Lignite, also known as “brown coal,” is a soft, brownish-black sedimentary rock that belongs to the class of organic-rich rocks called coal. It is a sub-bituminous coal, characterized by its high moisture content, low carbon content, and relatively low energy output when burned. Lignite is often crumbly and has a dull, earthy appearance, with layers and veins of various shades of brown and black.

Mineral Makeup

The composition of lignite is primarily organic, consisting of carbonized plant material, including cellulose, lignin, and other organic compounds. Its mineral makeup includes clay minerals, quartz, and feldspar, which are typically found as impurities within the rock. These impurities contribute to the rock’s variable composition and affect its combustion properties.


Lignite forms from the accumulation and preservation of plant material in anaerobic, waterlogged environments, such as swamps and peat bogs. Over time, heat and pressure cause the plant material to undergo chemical and physical changes, gradually transforming peat into lignite. The process, known as coalification, involves the removal of water and volatile compounds, leading to an increase in carbon content and energy density.


Lignite deposits are found globally, with significant deposits in countries such as Germany, Russia, the United States, Australia, and Turkey. Lignite is commonly found in sedimentary basins, where the combination of subsidence and sediment accumulation has provided the ideal conditions for coal formation. These deposits are often found close to the Earth’s surface, making them relatively easy to access for mining purposes.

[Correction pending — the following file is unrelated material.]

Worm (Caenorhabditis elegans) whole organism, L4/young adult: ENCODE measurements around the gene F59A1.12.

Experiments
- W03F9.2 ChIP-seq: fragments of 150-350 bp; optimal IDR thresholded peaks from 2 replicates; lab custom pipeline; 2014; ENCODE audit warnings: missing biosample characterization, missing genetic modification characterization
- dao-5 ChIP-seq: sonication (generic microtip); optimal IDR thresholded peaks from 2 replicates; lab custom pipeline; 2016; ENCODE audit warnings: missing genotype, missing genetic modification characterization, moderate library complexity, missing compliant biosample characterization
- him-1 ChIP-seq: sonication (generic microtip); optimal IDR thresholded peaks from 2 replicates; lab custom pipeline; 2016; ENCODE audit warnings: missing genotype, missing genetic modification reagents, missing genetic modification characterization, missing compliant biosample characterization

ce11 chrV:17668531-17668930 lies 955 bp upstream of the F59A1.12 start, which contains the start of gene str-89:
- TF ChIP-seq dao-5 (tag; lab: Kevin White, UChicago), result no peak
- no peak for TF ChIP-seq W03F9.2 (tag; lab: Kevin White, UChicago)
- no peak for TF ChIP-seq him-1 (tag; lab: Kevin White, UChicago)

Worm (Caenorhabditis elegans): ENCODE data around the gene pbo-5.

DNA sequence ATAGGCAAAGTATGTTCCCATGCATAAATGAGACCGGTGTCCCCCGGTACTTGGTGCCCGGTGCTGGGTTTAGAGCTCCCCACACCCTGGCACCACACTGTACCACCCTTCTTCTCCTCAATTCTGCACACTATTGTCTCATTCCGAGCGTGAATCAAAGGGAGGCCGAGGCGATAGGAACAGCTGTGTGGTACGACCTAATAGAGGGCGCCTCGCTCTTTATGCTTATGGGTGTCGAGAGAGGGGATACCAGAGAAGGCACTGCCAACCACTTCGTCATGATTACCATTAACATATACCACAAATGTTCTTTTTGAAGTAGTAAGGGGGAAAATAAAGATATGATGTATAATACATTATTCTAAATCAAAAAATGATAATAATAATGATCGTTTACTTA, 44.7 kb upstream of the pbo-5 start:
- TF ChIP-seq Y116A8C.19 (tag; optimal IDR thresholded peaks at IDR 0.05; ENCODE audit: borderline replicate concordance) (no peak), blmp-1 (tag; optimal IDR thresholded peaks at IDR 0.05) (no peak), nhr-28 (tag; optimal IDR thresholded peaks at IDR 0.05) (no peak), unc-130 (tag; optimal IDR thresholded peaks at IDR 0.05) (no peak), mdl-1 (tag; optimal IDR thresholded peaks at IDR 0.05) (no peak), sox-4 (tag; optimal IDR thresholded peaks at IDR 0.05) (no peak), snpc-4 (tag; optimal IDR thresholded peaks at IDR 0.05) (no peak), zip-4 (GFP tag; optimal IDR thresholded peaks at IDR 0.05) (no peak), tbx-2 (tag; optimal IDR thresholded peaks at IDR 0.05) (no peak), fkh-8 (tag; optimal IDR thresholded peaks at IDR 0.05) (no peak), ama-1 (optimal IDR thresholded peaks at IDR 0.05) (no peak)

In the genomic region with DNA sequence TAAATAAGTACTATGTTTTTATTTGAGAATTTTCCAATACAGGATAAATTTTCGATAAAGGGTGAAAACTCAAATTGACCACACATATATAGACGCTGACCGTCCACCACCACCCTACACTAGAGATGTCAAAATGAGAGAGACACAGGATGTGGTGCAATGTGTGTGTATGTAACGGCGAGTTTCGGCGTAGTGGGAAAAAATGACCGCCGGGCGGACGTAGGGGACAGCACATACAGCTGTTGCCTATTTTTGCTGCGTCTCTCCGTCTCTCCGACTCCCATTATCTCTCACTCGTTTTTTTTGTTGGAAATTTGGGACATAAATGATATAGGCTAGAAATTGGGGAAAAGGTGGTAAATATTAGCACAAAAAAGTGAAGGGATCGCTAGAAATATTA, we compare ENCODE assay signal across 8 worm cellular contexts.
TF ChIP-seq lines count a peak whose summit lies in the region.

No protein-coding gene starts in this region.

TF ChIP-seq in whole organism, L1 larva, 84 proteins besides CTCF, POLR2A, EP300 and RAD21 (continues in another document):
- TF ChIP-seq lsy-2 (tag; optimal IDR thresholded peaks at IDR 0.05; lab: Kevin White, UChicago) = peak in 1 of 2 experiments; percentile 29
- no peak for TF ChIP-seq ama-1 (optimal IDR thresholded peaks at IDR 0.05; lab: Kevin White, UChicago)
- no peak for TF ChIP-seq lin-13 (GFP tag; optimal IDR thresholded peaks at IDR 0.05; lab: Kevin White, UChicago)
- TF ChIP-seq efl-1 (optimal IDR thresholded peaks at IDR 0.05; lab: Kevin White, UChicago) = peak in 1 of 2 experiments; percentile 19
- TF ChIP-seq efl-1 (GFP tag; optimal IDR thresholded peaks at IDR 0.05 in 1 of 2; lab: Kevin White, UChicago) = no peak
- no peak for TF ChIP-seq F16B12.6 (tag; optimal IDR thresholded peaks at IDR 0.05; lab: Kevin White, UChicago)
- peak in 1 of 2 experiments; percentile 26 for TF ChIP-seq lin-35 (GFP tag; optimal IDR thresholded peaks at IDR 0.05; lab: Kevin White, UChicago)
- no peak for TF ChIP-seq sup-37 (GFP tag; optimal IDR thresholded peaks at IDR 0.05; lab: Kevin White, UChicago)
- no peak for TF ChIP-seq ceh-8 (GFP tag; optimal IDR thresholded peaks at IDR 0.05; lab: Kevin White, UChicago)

While lignite is not commonly associated with metaphysical properties, it may be viewed as a symbol of transformation and growth, given its origin from plant material and the long process of coalification. It can serve as a reminder of the passage of time and the importance of adaptability in our lives.

Class Sedimentary (Organic)
Mineral MakeupCarbonized plant material, clay minerals, quartz, and feldspar 
LusterDull to earthy 
Hardness (Mohs)1-2
StreakBrown to black 
ColorBrownish-black, various shades of brown
CleavageNone, tends to break along bedding planes 
Specific Gravity1.3 to 1.4